Sally and Rick
Years lived in:
When this Madison, Wisconsin home was built in 1935, its clean-lined architecture was considered avant-garde. The flat roof, wrap-around windows, and free-flowing interior were representative of the International Style—several examples of which were built in Madison by the renowned team of Beatty and Strang. (Hamilton Beatty studied under design pioneer Le Corbusier.) Bringing cutting-edge architecture to the masses was a signature of International Style; when the home was featured in the 1936 Architectural Forum
as "The Five Thousand Dollar House," it was described as solving the problem of creating a "servantless house for a single lady." Today, it continues to be an example of forward-thinking design as owners Sally and Rick adapt it with eco-friendliness in mind.
one to do when designing a servantless home? It may have been designed for a single woman, but 40 years after the home was built, Sally and Rick purchased it from its original owner; they managed to raise their entire family of four just fine in the 1,500-square-foot space.
When they wanted to modernize the kitchen and bath, however, the couple thought for several years about how to adjust the home's traffic flow for modern life. With the help of architect Tom McHugh, they did a green renovation that blends the new with the old in a way that respects the home's noted heritage.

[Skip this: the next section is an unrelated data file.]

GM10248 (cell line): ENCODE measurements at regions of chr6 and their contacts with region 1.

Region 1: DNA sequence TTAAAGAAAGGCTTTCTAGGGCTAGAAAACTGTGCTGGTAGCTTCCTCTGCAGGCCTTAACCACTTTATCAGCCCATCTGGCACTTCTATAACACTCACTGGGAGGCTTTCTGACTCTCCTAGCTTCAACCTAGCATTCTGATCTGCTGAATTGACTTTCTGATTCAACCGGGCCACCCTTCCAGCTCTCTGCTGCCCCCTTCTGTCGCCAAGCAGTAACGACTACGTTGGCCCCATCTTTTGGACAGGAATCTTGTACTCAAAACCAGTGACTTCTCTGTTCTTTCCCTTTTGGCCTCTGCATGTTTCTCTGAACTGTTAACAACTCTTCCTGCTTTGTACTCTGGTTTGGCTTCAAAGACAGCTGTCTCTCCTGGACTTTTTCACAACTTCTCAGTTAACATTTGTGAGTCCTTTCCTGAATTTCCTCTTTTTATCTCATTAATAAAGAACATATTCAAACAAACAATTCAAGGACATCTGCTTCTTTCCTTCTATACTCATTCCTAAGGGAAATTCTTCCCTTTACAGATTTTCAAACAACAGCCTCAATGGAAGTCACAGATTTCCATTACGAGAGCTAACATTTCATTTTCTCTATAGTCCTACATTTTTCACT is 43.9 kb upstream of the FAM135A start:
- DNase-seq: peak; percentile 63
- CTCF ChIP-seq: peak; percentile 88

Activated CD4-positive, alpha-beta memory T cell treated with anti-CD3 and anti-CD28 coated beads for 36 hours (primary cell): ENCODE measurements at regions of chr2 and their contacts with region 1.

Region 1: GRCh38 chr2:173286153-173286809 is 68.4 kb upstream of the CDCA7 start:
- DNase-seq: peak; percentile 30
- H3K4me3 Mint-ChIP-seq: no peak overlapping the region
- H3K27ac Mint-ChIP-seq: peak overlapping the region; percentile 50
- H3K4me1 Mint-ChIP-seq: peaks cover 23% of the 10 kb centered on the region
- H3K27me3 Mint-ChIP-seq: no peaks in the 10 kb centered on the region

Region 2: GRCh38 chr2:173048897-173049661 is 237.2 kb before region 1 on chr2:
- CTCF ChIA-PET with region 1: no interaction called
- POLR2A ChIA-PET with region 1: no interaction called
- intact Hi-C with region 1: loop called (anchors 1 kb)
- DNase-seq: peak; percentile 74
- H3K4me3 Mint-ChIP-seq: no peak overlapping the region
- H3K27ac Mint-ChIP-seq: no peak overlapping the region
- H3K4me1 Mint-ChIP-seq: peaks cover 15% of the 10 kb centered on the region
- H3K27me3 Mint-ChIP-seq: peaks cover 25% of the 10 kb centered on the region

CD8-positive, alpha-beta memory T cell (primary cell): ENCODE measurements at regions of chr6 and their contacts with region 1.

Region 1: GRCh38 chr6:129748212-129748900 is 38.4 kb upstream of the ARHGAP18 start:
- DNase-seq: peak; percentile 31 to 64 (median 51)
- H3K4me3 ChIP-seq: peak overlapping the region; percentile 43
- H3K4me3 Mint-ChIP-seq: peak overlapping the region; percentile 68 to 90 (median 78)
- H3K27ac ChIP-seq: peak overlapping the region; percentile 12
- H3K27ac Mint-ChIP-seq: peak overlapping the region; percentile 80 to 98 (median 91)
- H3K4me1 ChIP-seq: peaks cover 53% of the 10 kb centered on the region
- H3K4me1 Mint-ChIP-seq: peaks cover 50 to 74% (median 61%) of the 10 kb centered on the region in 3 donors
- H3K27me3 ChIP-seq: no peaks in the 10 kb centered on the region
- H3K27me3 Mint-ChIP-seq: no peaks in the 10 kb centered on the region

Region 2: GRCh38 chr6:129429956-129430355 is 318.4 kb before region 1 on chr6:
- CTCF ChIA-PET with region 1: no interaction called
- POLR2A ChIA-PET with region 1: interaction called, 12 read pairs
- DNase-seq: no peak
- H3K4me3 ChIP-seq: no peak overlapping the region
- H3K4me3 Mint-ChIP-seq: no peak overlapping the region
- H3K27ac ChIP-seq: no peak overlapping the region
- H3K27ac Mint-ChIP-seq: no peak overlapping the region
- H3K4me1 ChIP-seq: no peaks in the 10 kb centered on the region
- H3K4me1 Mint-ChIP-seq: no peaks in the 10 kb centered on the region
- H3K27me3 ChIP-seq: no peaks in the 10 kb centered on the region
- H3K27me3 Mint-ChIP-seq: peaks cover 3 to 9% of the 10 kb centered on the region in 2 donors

In addition to adding a modern kitchen and bath, the project involved reorienting the front door to the upper level. (Built on a hill, the home's front door was previously on the lower floor.) The 2011 version of the home features bamboo cabinetry, cork flooring, and lighting that highlights Rick's pottery work. A screened porch looks out onto a garden filled with native species and irrigated with rainwater collected from the home's flat roof. A walkway was designed to allow a relative's wheelchair to weave through the garden without use of a bulky ramp to reach the entrance.
Overall, the home features a cozy, organic style that highlights the owners' love of mid-century Danish furniture and connection to nature. Clerestory windows and skylights bring southern light deep into the interior during the winter. (A must for a couple that spent several years living in Hawaii.) All of which add up to a lovely home that feels both modern and classic.
Casual, understated, organic
The architecture of the original house reinforced our preferences for clean lines and a tendency toward simplicity.
We always planned our remodeling to respect the original house. In our effort to make the new kitchen seem integral to the older portions of the house, we used bamboo cabinets in both the kitchen and dining room. There is a lighted display shelf that runs continuously above the cabinets in both rooms—providing soft lighting at night and providing a nice way to display Rick's pottery. It's a really nice element.
The house is on a hill and the main entrance has always been on one of the lower levels. We wanted to reorient the house so that the main entrance brought people in on the upper level. This required converting the old kitchen space into an entry and creating alternative space for a new kitchen and screened porch.